Moreover, you can manipulate the conscience with con-science, using it to validate beliefs and behaviors, to justify decisions, to rationalize choices.
Opt-In or Opt-Out
We have the choice to opt-in or opt-out to the channel of conscience, the frequency of the spirit, to cancel at any time—no long-term or monthly contract required. Pay as you go. Free delivery. It’s the ultimate in programming, better than any cable, satellite, internet, hi-fi or wi-fi package. Still, many opt-out, rather than be bothered with reminders to heed promptings or messages from a higher source. They are then “free” to become ensnared and enslaved, in bondage to sin and addiction.
This Is Your Conscience Speaking
I suppose the voice of another person (like your mother or your wife) might serve as a conscience—for me and you. Indeed, every voice, any voice, shouted or whispered at the right time in the right way with the right moral message serves as a voice of conscience, reminding us of right and wrong, duty and honor, responsibility and accountability. At times, we want to imagine that nothing matters: choices have no consequences. We are all dispensable and disposable like diapers. We are “free” to choose, and in our moral casualness, we might suppose that “freedom” lies in the absence of restraint. Why deny what pleases and pleasures us? Who are you to tell me to stop what I am now doing or start down a new path?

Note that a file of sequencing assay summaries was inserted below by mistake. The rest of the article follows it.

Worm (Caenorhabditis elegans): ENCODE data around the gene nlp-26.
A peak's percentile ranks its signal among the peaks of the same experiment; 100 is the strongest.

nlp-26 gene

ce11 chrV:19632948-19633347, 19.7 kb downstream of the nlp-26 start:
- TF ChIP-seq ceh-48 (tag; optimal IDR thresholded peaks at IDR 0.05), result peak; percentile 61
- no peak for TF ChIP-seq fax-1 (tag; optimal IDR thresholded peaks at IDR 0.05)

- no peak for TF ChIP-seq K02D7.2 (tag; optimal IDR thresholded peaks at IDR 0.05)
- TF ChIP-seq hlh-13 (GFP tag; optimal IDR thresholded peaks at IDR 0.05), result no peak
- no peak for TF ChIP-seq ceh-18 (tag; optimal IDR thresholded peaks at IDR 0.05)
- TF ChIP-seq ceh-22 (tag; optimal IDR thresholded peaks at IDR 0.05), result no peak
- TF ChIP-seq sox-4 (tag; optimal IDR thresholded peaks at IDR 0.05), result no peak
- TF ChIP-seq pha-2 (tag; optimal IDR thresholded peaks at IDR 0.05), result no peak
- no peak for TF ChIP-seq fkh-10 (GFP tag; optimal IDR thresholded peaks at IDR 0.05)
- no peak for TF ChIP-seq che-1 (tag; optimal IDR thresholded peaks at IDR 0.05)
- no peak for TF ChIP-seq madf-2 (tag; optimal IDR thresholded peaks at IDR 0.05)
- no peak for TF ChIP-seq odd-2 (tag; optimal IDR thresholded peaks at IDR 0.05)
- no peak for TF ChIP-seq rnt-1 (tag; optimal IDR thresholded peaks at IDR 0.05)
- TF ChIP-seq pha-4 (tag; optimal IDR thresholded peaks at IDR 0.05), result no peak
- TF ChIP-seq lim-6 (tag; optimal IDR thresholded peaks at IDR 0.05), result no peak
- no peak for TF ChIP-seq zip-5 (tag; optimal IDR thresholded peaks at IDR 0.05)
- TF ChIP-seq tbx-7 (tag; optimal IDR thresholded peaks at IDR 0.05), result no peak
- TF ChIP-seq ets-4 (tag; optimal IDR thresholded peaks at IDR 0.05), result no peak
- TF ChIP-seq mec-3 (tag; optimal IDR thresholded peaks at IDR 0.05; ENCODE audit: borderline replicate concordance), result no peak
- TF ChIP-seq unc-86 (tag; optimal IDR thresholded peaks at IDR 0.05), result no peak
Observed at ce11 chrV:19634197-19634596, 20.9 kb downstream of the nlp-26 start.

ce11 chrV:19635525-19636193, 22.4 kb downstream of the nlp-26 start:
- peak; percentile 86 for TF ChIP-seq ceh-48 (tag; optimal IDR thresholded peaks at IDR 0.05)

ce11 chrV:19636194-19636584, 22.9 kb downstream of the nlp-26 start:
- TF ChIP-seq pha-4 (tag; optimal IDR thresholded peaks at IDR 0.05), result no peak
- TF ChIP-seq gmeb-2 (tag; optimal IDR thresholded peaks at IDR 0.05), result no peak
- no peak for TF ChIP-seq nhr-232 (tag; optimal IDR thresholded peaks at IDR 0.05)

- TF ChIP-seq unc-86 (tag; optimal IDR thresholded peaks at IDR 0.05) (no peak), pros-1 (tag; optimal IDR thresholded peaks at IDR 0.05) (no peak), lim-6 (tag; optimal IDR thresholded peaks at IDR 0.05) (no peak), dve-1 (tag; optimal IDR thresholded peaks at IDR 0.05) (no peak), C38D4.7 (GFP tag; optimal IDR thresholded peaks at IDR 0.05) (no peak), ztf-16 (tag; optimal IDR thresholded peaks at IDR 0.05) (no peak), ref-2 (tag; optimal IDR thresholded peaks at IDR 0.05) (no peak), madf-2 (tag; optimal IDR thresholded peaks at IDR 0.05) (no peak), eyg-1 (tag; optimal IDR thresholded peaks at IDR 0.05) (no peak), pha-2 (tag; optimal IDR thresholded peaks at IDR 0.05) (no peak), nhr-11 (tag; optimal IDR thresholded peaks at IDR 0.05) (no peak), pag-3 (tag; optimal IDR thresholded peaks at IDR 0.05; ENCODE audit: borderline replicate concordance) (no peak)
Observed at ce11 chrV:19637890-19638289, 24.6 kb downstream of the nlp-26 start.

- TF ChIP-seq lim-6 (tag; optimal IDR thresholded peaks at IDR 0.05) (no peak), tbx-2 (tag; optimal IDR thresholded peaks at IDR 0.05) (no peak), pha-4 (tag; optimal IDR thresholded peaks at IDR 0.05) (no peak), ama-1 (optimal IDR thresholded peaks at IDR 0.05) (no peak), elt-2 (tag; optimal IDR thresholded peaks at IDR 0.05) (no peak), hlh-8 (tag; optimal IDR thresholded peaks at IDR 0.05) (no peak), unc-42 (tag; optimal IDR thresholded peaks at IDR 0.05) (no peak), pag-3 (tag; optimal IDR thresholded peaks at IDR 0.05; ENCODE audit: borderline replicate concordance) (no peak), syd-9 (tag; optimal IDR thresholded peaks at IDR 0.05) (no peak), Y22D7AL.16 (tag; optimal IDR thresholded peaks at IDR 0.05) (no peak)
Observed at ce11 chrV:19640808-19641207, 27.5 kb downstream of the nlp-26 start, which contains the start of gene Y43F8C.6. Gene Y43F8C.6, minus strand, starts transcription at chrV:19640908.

The converse of walking a spiritual path with practical feet is to crawl a temporal or financial path with impractical, dysfunctional feet. One spiritual path leads to where we most desire in our hearts to go; the temporal path leads to where our heads or the minds or wills of others want to take us.
Extrapolated to eternity, the difference in the two paths is infinite: literally worlds (kingdoms) apart—not slight degrees of difference, but orders of magnitude beyond mortal comprehension. Hence, it matters to whom we list and to what voices we listen and obey. I believe that the Spirit of Christ, implanted into the minds and hearts of all people, often speaks through the conscience. The voice of conscience informs judgment and distinguishes between right and wrong, irrespective of law and tradition.
I’m not so baffled by concepts of heaven and hell; we see those judgments rendered here and now—in homes and schools and workplaces—as people self-select where they feel most comfortable. We merely need to project these vectors—these directions, and polar-opposite conditions—forward, simply draw a line that projects our current path into the future, to have a semblance of our final destination or condition.
The basic premise of theology is that we are on a path of eternal progression. And that afterlife picks up where we leave off here in this life. Even God’s grace and the hoped-for resurrection beyond the grave can’t glorify and dignify a life ill-lived on earth. Nor can it retrieve a love or marriage long lost here. Hence, eternal glory and life and love, we are reminded in scripture, are reserved for those who live worthy of them, here and now and hereafter.
In our all-inclusive, politically correct world of moral relativism, we prefer to think that walking “whatever” path we choose (or is chosen for us) with our own two feet (or with the aid of transportation provided by parents and employers) is good enough.
If it’s the wrong path, going faster (even at supersonic or light speed) with technology-enhanced feet will only get us lost faster. Haste, alas, often makes waste. Wisdom is listening and harkening to the Voice of Conscience, the spirit of Christ.